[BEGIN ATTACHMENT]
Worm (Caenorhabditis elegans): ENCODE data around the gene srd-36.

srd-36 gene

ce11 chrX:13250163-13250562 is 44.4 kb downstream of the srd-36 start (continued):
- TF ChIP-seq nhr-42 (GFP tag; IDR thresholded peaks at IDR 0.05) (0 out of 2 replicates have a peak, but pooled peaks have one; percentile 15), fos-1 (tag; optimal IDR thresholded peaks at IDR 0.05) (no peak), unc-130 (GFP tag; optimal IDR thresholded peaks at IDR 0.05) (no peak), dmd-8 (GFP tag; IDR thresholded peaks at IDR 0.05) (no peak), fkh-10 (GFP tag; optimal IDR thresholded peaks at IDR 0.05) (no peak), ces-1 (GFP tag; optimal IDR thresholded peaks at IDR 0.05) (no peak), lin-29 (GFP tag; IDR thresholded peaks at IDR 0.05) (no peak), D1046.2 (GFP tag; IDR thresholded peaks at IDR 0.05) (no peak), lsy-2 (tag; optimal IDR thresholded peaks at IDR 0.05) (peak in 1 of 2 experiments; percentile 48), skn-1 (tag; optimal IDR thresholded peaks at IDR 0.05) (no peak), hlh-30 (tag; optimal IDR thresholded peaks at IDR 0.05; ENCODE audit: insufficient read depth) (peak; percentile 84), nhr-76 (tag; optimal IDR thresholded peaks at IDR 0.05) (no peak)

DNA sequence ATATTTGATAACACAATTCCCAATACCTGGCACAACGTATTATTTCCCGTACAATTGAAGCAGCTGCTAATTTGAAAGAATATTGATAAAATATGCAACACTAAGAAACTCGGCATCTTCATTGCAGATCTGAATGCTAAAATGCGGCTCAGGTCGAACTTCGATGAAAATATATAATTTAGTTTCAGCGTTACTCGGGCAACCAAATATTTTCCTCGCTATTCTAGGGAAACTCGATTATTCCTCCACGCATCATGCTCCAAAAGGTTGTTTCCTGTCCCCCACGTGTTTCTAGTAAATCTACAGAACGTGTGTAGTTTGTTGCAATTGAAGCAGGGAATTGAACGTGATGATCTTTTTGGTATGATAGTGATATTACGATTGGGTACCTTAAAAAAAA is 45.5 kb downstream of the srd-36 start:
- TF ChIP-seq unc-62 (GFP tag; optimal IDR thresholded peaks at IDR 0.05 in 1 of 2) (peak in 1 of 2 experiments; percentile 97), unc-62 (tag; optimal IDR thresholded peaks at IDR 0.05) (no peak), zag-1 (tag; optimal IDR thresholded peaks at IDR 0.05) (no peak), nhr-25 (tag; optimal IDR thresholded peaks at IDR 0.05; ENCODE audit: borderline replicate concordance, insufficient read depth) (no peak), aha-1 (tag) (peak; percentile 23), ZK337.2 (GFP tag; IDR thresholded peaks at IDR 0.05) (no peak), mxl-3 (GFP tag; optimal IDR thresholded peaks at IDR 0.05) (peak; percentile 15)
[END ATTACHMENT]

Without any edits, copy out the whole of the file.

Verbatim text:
Worm (Caenorhabditis elegans): ENCODE data around the gene srd-36.

srd-36 gene

ce11 chrX:13250163-13250562 is 44.4 kb downstream of the srd-36 start (continued):
- TF ChIP-seq nhr-42 (GFP tag; IDR thresholded peaks at IDR 0.05) (0 out of 2 replicates have a peak, but pooled peaks have one; percentile 15), fos-1 (tag; optimal IDR thresholded peaks at IDR 0.05) (no peak), unc-130 (GFP tag; optimal IDR thresholded peaks at IDR 0.05) (no peak), dmd-8 (GFP tag; IDR thresholded peaks at IDR 0.05) (no peak), fkh-10 (GFP tag; optimal IDR thresholded peaks at IDR 0.05) (no peak), ces-1 (GFP tag; optimal IDR thresholded peaks at IDR 0.05) (no peak), lin-29 (GFP tag; IDR thresholded peaks at IDR 0.05) (no peak), D1046.2 (GFP tag; IDR thresholded peaks at IDR 0.05) (no peak), lsy-2 (tag; optimal IDR thresholded peaks at IDR 0.05) (peak in 1 of 2 experiments; percentile 48), skn-1 (tag; optimal IDR thresholded peaks at IDR 0.05) (no peak), hlh-30 (tag; optimal IDR thresholded peaks at IDR 0.05; ENCODE audit: insufficient read depth) (peak; percentile 84), nhr-76 (tag; optimal IDR thresholded peaks at IDR 0.05) (no peak)

DNA sequence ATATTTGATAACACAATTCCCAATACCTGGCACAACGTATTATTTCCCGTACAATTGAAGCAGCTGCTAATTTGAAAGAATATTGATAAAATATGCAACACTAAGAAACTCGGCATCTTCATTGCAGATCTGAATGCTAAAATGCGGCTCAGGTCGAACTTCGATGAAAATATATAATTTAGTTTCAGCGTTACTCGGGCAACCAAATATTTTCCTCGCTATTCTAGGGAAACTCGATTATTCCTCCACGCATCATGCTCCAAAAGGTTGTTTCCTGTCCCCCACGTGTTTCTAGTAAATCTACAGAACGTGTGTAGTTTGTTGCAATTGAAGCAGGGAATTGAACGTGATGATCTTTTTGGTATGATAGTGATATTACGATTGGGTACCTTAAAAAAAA is 45.5 kb downstream of the srd-36 start:
- TF ChIP-seq unc-62 (GFP tag; optimal IDR thresholded peaks at IDR 0.05 in 1 of 2) (peak in 1 of 2 experiments; percentile 97), unc-62 (tag; optimal IDR thresholded peaks at IDR 0.05) (no peak), zag-1 (tag; optimal IDR thresholded peaks at IDR 0.05) (no peak), nhr-25 (tag; optimal IDR thresholded peaks at IDR 0.05; ENCODE audit: borderline replicate concordance, insufficient read depth) (no peak), aha-1 (tag) (peak; percentile 23), ZK337.2 (GFP tag; IDR thresholded peaks at IDR 0.05) (no peak), mxl-3 (GFP tag; optimal IDR thresholded peaks at IDR 0.05) (peak; percentile 15)